Another tax year is over and despite the calamity that has befallen all of us, we (like many) are better off now than a year ago.
This last year has been quite tumultuous for a number of reasons but it’s funny that it’s been spent almost entirely at home. That gives the days, week and month a sort of uniformity reminiscent of Groundhog Day except Bill Murray wasn’t woken up by a milk-thirsty toddler who’s perpetually in a bad mood in the morning.
I re-read my posts from the end of 2018/19 and 2019/2020 recently and it’s different this time.
The Lady has been in 3 jobs in the year after her old company downsized (or whatever the word is) and she found a new job that she hated and now a better job that she loves. I’ve been working away as contractor/consultant engineer but was only really employed half the time. My income took a bit of a hit over the year which scared me but once it happened, it didn’t scare me that much.
Where we saved money by not holidaying as much in 2020 we made up for it by spending it on floors. Spending was high but under control and beneath our means. The big hitter being childcare which is now in excess of £1,800 a month for both the Master and Little Lady 5 days a week. (the Master is in school this August and then more funding will come in for the Little Lady which will help significantly).
Most significantly, our net worth has jumped by over £200,000 in the space of 12 months. Most of that in the rampant bull run.
- Total Spending in Year = £46,500 (£3,870/month)
- Total Spending less Childcare = £32,400 (£2,700/month)
- Spending on Childcare = £14,100 (£1,170/month)
- Household Expenses = £9,600 (£800/month)
- Mortgage Interest = £2,500 (£210/month)
- Car Depreciation = £1,300 (£110/month)
- Pension payments = £18,800 (£1,560/month)
- Take Home pay = £60,800 (£5,060/month)
- Tax Paid = Far too Much
- Dividends = £37,000 (£3,100/month)
This includes money from my side hustle which was £26,000 for the year or around £2,000 per month.
What is not so great is my paid work for the year which was great last April to July then died a bit before coming back to life at the end of the year. But the funny thing is that I don’t really care that much especially if earning more would add to the stresses in my life. Also, since we spend less than we earn, earning more isn’t going to make our lives any better I don’t think. That’s the benefit of a bit of savings and the confidence to not lose hope or perspective.
- Net Assets: Year start = £860k year. Year End = £1,066k (£206k / +24%)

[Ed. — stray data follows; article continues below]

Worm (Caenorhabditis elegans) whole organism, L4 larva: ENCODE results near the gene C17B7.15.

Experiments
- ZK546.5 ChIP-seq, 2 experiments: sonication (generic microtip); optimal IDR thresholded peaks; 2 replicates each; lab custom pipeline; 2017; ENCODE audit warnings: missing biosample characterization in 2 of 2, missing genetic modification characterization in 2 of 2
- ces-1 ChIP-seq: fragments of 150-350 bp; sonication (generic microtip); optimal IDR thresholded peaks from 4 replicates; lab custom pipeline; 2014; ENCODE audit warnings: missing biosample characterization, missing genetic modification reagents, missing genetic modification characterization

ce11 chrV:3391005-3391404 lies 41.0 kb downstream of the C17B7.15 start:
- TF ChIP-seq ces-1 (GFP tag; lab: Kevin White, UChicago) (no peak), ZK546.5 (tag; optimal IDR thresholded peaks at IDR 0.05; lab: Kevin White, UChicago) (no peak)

- Pensions: Year start = £441k year. Year End = £556k (£115k / +26%)
- Fire Funds: Year start = £366k year. Year End = £433k (£67k / +18%)
- Housing Equity: Year start = £53k year. Year End = £77k (£24k / +45%)
- House Value: Year start = £246k year. Year End = £260k (£14k / +5.7%)
See that jump in equity vs. the house value? That’s partly due to the wonder of leverage [LINK] but also the paying off of debt (still another ~20 years to go).
Ratios and Whatnot
- Basic Savings Rate = 1 – (£46.5k / (£18.8l + £60.8k)) = 42%
- Total Saved = £33.1k = 3.8% of net worth
- Asset Growth = £173k = 20% of net worth
From this, you can see that whilst saving money is nice, owning assets is even better. These numbers are a bit inflated since a year ago, markets were on their knees and it was their recovery that really flatters things. Looking at the longer term, our net worth is increasing at a similar rate as before – business as usual.
Personal Withdrawal Rates
You can see from the graph that compared to March 2020, our personal withdrawal rates have come down significantly but are more or less where they were in March 2019 – if anything a bit higher. I define personal withdrawal rates as the percentage of your assets that you spend each month if annualised. So, if you have a net worth of £600k and spend £5k a month that’s £5kx12 = £60k / £600k = 10%. We are sitting at around 4.5% on our total spending on our total net worth. However, since half of our money is tied up in pension and we can’t access them [LINK], I look at our Pre-pension funds (or FIRE funds). Here we are burning through our money at almost 12%! Or to put it another way, if we keep that up we’d run out of money in 8 year’s time. Of course the major (temporary) expense for us is childcare, so I lop that off and it gives us around 7.5% which get us close to our normal minimum retirement age.
Levers to Pull
If you want to hit your respective Withdrawal Rate targets you have 4 levers to pull.
- Get more money